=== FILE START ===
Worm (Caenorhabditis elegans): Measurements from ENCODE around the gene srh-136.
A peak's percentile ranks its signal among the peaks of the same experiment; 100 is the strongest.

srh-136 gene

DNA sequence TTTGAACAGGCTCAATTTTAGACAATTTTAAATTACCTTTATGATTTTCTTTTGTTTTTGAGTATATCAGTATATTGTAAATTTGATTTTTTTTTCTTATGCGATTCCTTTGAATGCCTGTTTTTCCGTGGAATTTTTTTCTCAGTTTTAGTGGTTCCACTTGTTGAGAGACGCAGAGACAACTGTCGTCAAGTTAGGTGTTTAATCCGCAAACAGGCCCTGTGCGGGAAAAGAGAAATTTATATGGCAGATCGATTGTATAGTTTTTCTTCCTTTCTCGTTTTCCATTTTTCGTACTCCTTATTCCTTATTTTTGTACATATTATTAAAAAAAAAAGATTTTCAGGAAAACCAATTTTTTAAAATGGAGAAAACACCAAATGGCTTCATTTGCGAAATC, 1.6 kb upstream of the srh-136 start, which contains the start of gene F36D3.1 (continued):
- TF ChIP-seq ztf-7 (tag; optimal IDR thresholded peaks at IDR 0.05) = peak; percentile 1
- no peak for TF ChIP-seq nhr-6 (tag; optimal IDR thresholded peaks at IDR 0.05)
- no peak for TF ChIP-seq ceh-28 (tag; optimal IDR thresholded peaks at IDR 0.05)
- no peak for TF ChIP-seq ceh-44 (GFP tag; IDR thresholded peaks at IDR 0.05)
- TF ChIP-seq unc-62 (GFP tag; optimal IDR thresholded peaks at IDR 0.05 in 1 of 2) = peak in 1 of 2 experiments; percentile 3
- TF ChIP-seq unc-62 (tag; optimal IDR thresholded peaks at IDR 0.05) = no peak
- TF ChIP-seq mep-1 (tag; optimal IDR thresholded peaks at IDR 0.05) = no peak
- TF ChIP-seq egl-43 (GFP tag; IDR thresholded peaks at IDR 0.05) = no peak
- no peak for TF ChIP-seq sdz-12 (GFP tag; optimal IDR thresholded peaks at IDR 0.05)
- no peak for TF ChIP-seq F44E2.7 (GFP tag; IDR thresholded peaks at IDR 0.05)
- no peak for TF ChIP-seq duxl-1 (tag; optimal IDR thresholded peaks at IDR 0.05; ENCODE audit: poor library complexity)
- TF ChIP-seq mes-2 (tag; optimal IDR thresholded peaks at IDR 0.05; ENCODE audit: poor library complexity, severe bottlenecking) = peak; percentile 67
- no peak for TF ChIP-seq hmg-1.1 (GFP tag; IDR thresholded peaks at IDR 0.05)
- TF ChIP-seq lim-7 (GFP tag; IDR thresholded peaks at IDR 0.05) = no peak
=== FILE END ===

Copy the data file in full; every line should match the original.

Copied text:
Worm (Caenorhabditis elegans): Measurements from ENCODE around the gene srh-136.
A peak's percentile ranks its signal among the peaks of the same experiment; 100 is the strongest.

srh-136 gene

DNA sequence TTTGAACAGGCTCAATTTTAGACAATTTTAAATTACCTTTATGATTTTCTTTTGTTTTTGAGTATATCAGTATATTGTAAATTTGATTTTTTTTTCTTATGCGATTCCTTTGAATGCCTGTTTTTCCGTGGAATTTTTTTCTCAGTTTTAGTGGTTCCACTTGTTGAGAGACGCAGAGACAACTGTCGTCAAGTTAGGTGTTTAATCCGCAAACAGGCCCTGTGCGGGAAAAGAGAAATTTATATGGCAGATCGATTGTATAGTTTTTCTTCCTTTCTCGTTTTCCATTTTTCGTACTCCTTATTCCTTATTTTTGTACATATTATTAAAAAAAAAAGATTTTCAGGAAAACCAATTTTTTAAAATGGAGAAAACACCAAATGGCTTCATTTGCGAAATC, 1.6 kb upstream of the srh-136 start, which contains the start of gene F36D3.1 (continued):
- TF ChIP-seq ztf-7 (tag; optimal IDR thresholded peaks at IDR 0.05) = peak; percentile 1
- no peak for TF ChIP-seq nhr-6 (tag; optimal IDR thresholded peaks at IDR 0.05)
- no peak for TF ChIP-seq ceh-28 (tag; optimal IDR thresholded peaks at IDR 0.05)
- no peak for TF ChIP-seq ceh-44 (GFP tag; IDR thresholded peaks at IDR 0.05)
- TF ChIP-seq unc-62 (GFP tag; optimal IDR thresholded peaks at IDR 0.05 in 1 of 2) = peak in 1 of 2 experiments; percentile 3
- TF ChIP-seq unc-62 (tag; optimal IDR thresholded peaks at IDR 0.05) = no peak
- TF ChIP-seq mep-1 (tag; optimal IDR thresholded peaks at IDR 0.05) = no peak
- TF ChIP-seq egl-43 (GFP tag; IDR thresholded peaks at IDR 0.05) = no peak
- no peak for TF ChIP-seq sdz-12 (GFP tag; optimal IDR thresholded peaks at IDR 0.05)
- no peak for TF ChIP-seq F44E2.7 (GFP tag; IDR thresholded peaks at IDR 0.05)
- no peak for TF ChIP-seq duxl-1 (tag; optimal IDR thresholded peaks at IDR 0.05; ENCODE audit: poor library complexity)
- TF ChIP-seq mes-2 (tag; optimal IDR thresholded peaks at IDR 0.05; ENCODE audit: poor library complexity, severe bottlenecking) = peak; percentile 67
- no peak for TF ChIP-seq hmg-1.1 (GFP tag; IDR thresholded peaks at IDR 0.05)
- TF ChIP-seq lim-7 (GFP tag; IDR thresholded peaks at IDR 0.05) = no peak